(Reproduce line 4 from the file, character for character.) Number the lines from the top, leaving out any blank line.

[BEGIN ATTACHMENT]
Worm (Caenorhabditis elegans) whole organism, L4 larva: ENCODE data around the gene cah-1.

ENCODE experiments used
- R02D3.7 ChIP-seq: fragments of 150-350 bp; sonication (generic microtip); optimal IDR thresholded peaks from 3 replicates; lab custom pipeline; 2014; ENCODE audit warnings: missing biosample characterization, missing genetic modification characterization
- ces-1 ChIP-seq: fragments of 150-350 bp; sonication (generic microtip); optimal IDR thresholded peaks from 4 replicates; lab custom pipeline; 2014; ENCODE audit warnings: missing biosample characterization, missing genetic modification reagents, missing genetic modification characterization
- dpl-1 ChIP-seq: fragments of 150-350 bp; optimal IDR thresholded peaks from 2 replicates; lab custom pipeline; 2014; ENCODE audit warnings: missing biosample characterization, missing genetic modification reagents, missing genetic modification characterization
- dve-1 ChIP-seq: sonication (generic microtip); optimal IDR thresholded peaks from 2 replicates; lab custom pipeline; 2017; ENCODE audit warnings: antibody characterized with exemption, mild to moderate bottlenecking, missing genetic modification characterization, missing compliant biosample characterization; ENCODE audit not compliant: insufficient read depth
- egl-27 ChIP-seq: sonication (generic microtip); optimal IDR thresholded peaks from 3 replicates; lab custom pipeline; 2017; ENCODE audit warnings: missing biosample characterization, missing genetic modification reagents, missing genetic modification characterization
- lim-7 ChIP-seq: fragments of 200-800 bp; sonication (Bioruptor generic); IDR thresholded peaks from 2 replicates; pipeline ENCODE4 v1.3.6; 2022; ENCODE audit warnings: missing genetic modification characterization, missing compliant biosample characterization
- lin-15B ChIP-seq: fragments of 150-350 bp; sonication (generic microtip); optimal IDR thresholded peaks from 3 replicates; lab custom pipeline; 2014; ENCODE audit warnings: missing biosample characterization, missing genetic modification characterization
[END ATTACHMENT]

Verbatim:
- ces-1 ChIP-seq: fragments of 150-350 bp; sonication (generic microtip); optimal IDR thresholded peaks from 4 replicates; lab custom pipeline; 2014; ENCODE audit warnings: missing biosample characterization, missing genetic modification reagents, missing genetic modification characterization